Sunday, June 5, 2011

Stanley Cup survival tips for Vancouver visitors

If you happen to be in Vancouver for #TBEX11, the travel bloggers conference, or you're embarking on your Disney cruise to Alaska, here are a few tips to survive hockey night in Canada.

Hockey is our game. Get used to it.

The Vancouver Canucks have never won the Stanley Cup but came close in 1994 resulting in the now legendary 1994 riots. Vancouver is up against the Boston Bruins, one of the original six teams, who last won the Cup in 1972. The series has a maximum of seven games but ends with the first team to win four.

And in case you're a real newbie, the game is hockey and its grand prize is the Stanley Cup. That's the same Stanley who's Park is on your top ten list of Vancouver attractions. 

Game 1 of the Stanley Cup playoffs, televised in Canada by CBC, broke its NHL playoff record with a peak audience of 7.8 million. This series is a really big deal.

If you're going to a bar or restaurant or any place that has a television, get there early (by noon, if it's a deciding game). Or go someplace that doesn't have a TV if you're simply looking for a snack and a drink.

Besides the bars and restaurants there are designated free "fan zones" in the downtown core. The crowd sizes have increased and the plan for game three is to close Georgia Street and the Viaduct at 2:00pm. If you're travelling through town, check the local news or Twitter for updates (use the hashtag #canucks). Or join the excitement and watch the game outside on a really big screen.

You'll have a hard time finding a taxi unless you're looking for one as the puck drops at 5:00pm. Or try the TaxiNow app and let us know how it works (thanks to @chickievan for the tip). Public transit will be crowded but a good option. Follow Translink on Twitter for timely updates on bus schedules and road closures.

Don't try to leave downtown immediately following the game unless you're walking. Wait it out, enjoy the crowds. As with all crowds, use your traveller's sense. Watch for pick-pockets, angry or aggressive people, drunk or otherwise altered fans. If Vancouver loses, be careful. While many have said we've matured since 1994, anything can happen.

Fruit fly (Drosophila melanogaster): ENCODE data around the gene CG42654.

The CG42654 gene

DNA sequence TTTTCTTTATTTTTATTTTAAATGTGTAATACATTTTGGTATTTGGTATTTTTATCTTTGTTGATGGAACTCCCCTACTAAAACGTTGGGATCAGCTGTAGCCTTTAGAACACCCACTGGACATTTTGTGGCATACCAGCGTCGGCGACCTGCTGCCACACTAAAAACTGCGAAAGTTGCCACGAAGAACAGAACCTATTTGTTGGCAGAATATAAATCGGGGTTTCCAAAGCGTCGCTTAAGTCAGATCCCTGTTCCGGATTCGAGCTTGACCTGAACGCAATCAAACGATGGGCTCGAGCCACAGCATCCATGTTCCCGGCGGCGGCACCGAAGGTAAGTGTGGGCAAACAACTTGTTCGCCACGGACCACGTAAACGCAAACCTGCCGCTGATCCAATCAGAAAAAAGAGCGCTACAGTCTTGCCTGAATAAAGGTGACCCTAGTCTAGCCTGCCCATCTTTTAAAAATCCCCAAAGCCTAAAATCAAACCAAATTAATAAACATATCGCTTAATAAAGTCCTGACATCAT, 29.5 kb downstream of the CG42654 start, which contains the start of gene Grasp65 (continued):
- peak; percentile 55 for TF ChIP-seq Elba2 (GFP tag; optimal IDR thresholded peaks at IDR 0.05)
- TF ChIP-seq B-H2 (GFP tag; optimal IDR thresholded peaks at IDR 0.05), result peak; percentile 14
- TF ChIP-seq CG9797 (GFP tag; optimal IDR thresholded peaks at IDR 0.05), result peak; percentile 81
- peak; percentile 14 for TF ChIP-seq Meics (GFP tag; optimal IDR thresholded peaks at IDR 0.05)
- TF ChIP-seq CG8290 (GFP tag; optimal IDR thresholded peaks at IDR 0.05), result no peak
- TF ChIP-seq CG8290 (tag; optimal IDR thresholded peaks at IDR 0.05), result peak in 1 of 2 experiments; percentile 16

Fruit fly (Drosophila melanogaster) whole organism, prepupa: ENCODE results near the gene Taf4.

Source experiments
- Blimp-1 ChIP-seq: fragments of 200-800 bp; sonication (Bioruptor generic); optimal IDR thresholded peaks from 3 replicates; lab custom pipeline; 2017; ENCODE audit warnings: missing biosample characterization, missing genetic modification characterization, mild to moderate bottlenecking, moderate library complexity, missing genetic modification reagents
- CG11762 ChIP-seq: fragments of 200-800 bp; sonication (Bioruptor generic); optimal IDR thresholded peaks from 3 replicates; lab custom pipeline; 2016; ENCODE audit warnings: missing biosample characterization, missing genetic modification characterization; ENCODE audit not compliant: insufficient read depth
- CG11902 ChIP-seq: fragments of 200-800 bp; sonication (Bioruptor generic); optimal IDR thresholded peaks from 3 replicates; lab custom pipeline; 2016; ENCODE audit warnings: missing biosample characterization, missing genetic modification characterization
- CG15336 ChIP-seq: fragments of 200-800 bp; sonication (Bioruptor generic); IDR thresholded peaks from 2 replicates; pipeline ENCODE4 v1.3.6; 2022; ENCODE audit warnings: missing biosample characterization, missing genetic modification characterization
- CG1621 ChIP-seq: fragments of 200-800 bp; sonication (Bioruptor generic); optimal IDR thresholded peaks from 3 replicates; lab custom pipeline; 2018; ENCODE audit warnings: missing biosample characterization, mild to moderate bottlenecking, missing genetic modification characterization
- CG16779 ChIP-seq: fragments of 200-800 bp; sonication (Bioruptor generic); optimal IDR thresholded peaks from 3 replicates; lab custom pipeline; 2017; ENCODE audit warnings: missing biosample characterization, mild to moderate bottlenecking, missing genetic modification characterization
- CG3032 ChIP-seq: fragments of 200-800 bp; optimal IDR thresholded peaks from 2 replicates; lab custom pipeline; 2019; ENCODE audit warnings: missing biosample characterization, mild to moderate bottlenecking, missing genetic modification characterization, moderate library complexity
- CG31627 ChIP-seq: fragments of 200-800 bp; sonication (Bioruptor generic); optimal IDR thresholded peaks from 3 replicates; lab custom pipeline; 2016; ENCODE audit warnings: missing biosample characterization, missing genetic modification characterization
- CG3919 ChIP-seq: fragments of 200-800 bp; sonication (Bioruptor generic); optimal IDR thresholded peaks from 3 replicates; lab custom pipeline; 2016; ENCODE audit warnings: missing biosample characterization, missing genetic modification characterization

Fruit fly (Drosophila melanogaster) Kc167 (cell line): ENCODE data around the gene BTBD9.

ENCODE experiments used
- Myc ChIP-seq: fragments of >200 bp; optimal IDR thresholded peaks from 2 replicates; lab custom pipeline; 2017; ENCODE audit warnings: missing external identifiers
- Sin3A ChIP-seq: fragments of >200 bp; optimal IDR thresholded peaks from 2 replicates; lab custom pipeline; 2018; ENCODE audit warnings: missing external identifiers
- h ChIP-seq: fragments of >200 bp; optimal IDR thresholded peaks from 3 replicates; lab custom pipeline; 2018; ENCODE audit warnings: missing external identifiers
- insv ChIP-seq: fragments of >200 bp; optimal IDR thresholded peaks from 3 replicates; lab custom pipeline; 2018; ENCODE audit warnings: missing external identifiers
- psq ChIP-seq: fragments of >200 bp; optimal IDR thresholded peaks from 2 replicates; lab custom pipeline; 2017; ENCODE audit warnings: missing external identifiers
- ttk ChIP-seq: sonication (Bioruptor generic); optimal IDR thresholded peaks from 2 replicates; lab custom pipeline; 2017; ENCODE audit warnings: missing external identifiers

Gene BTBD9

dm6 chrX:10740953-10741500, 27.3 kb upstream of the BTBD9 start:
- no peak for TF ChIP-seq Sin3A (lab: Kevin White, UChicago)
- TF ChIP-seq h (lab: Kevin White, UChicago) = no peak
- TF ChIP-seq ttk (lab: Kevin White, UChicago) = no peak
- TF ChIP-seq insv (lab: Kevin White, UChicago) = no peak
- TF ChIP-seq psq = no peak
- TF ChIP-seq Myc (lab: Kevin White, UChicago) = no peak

Vancouver experienced huge crowds on the downtown streets during the 2010 Winter Olympics without major incidents. It's a great experience, just use your common sense and trust your instincts about fun and danger. Talk to the locals -- we love sharing our city with visitors.

If you're stocking up on bottles of alcohol, get to a liquor store the day before a game, otherwise you're likely to spend a lot of time in a long line waiting to pay. If the street crowds get too large the police could force liquor stores to close early. In BC you can't buy alcohol at a grocery store. And no, you can't legally drink on the street.

Dear Bruins fans, please don't taunt the wild Canucks or you may get yourself arrested. Police don't like taunters. Most Canadians of a certain age fondly remember the Bobby Orr days so a respectful conversation will be warmly welcomed.

Make sure you watch the start of the game to witness a phenomena that has most visitors scratching their heads. Canadians actual sing our national anthem -- with passion. It hasn't always been this way, we were mumblers for a long time. The crazy anthem singing grew up during the Olympics, as seen on this bus

All games start at 5:00pm PT. Check Wikipedia for the updated schedule and scores.

Have fun! It's a once in a lifetime experience. 

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